It’s not a matter of if you will get to a breaking point with frustrating people and situations. It’s a matter of when. Everyone winds up with their back against the wall, frustrated and overwhelmed, at various points in their life and work. We all need a strategy for overcoming the remarkably difficult situations that life sometimes tosses our way.
I know I did back in June 2019. There I was in the midst of the longest and hardest hike of my life, alone, lost, hurt from slamming my knee into a rock on a steep downhill, and beyond frustrated.
I had started this hike at eight-thirty in the morning, thinking I would give myself a thirty-minute break, arriving at my destination before four in the afternoon. This was only my third time venturing into the backcountry, and my first time going solo. To say I was a ball of nerves is an understatement.
Getting Past Negative Self-Talk
Getting past my soul crushing self-talk—“Don’t be stupid,” “This isn’t going to help you anyway,” “Turn around, and Go home!”—was nearly impossible as I made it nine miles to my first shelter, just the day before. Parking my car near Harpers Ferry in West Virginia, I finished day one at David Lessor shelter, which is among 260 shelters along the Appalachian Trail (AT), built for thru-hikers.
Sitting around a picnic table, eating dinner at David Lessor, I listened as several thru-hikers complained about intense soreness. They stretched and used a tennis ball to rub out their leg muscles. Turns out, they had just completed “the roller coaster,” which I later learned is one of the hardest sections of the AT. One hiker lamented, “Why couldn’t they have made the trail to go around the mountain?”
The Blessing And Curse Of Using Cockiness To Forge Forward
I wasn’t sure how else they could have designed the trail, but I sure was eager to show them up. A bit cocky? Of course! But hey, it was that same cockiness that got me out there in the first place. Honestly, I thought they must have just been worn down from the nearly one thousand miles they had traveled to get to David Lessor from Georgia.
Feeling fresh the next day, I thought I had what it took to rock this fourteen-mile hike to Sam Moore, the next shelter on the trail. Planning only for myself, I set an aggressive pace, and put on some music to distract myself from the rain, which started as soon as I got on the trail.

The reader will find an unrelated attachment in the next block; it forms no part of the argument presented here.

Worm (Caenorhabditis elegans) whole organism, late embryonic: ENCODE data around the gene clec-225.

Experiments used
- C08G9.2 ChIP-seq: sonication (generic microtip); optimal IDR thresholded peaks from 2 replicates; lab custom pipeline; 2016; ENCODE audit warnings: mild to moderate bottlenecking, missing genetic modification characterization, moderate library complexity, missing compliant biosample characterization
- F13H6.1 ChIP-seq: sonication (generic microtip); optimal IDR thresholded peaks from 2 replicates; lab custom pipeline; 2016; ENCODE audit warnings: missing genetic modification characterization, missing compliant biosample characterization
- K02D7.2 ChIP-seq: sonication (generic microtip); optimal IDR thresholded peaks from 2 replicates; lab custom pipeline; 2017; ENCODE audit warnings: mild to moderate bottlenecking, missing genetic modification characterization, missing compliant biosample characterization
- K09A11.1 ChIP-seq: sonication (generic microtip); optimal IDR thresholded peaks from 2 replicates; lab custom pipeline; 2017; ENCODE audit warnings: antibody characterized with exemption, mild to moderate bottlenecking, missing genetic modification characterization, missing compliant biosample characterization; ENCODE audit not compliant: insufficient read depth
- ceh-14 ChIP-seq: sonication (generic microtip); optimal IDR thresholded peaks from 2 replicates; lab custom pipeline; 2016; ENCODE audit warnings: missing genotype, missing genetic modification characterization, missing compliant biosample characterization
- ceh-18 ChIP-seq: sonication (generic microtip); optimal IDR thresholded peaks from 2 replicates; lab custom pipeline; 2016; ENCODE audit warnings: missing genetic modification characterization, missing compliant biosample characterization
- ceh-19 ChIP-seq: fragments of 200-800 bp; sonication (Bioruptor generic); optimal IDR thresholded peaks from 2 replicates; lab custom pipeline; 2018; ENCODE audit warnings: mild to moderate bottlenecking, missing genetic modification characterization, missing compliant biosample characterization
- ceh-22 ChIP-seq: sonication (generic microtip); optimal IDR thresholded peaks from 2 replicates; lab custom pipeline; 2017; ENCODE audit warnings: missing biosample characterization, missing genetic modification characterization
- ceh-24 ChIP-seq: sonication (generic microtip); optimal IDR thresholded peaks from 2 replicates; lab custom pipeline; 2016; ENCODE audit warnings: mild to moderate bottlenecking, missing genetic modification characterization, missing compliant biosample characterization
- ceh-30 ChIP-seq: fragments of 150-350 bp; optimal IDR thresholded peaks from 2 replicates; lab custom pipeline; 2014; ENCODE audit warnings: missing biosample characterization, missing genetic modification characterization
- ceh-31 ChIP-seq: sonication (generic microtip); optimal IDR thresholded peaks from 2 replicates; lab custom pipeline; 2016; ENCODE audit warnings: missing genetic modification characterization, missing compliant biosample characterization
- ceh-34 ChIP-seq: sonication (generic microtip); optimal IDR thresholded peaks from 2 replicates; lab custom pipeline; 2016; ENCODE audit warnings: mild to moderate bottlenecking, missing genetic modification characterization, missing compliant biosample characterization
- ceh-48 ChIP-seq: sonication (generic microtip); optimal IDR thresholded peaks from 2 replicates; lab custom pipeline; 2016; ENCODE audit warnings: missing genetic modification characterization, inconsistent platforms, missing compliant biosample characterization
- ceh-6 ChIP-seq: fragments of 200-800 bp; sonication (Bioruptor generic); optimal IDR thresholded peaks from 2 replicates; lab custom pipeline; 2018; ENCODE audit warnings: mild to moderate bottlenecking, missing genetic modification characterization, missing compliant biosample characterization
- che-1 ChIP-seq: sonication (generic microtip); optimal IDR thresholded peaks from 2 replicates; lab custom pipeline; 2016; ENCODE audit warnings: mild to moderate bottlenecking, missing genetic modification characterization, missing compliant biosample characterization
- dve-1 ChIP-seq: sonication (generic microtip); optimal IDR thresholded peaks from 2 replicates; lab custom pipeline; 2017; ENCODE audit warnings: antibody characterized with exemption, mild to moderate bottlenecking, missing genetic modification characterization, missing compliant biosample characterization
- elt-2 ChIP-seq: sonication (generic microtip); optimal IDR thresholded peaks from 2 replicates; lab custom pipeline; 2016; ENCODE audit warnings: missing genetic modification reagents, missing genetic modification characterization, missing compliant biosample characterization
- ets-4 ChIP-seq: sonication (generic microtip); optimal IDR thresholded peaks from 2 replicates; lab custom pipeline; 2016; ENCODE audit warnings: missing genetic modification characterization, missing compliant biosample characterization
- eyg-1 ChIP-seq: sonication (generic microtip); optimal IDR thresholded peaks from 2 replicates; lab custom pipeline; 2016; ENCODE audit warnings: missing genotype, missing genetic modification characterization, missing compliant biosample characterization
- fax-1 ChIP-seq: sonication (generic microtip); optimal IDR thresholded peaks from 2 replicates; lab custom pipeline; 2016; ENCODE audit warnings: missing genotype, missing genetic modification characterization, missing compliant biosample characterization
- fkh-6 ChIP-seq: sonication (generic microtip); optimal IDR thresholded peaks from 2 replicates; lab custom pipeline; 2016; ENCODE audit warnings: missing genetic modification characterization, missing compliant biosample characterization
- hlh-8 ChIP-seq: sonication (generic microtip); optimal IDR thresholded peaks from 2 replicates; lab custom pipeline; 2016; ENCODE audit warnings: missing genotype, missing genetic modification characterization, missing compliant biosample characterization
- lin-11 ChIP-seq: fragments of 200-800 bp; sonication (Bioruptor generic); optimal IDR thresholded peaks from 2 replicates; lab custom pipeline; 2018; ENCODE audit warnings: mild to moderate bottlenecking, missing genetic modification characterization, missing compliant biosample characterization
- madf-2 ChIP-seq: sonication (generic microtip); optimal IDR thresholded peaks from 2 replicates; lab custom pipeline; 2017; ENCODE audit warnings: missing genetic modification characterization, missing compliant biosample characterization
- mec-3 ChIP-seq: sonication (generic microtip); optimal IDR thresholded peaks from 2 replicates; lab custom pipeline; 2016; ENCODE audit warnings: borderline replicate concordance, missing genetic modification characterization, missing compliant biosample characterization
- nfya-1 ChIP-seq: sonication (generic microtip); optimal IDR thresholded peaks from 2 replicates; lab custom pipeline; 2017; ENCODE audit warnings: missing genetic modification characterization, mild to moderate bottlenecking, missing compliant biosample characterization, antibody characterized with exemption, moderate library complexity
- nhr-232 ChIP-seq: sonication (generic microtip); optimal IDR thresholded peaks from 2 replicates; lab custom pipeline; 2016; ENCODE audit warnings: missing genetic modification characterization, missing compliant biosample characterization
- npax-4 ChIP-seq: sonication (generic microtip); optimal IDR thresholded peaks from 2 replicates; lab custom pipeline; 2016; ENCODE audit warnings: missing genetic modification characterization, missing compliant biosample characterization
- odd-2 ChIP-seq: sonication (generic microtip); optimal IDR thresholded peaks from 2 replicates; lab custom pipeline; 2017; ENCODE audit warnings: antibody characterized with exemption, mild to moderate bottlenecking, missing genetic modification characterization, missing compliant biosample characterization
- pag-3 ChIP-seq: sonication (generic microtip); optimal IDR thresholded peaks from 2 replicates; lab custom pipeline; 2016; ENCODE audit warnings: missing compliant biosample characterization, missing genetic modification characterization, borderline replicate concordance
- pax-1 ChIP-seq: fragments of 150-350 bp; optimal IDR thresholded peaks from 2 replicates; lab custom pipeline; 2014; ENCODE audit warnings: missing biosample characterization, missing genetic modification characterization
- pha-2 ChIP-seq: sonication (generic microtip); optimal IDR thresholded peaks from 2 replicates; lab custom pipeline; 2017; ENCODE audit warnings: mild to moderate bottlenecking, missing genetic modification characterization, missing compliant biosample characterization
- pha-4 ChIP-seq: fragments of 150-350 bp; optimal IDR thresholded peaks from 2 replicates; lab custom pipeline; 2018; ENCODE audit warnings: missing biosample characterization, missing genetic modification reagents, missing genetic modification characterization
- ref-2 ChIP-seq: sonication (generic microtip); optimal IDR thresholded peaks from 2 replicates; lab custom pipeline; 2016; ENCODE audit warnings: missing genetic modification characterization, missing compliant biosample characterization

Three or four miles into the hike, I kept thinking, Is this what they were complaining about? I mean, it’s tough, but not that tough.
Welcome To The Real Challenge, Your Thinking
Right about that time, I came across a sign that said, “Welcome to the Roller Coaster.”
Wait, what? I thought I had been on the roller coaster. Before I could think about the challenge in front of me, I turned my music back on, and increased my pace.
By noon, I was spent. Whipped, and concerned about how I would possibly make it another ten miles, I took my pack off, sat down on a rock, and pulled out my lunch.
Facing Reality And Soldiering On
Exactly thirty minutes later (keeping to the time I had allotted for rest), I hoisted my forty-pound pack onto my back, imagining how good it would feel to get to the shelter and relax. Just a few more miles to go, I said to myself, ignoring the fact that I wasn’t even to my halfway point yet.
Focused, and committed to getting to Sam Moore by four, I hardly looked up, much less stopped to say “hello” (one of my favorite parts of hiking the AT) to hikers I passed. I was so focused on getting there that I missed a turn, and wound up hiking an extra half-mile in the wrong direction. Frustrated, I pushed harder to get back on the trail, effectively going another half-mile in the (other) wrong direction, as I overshot my turn once more.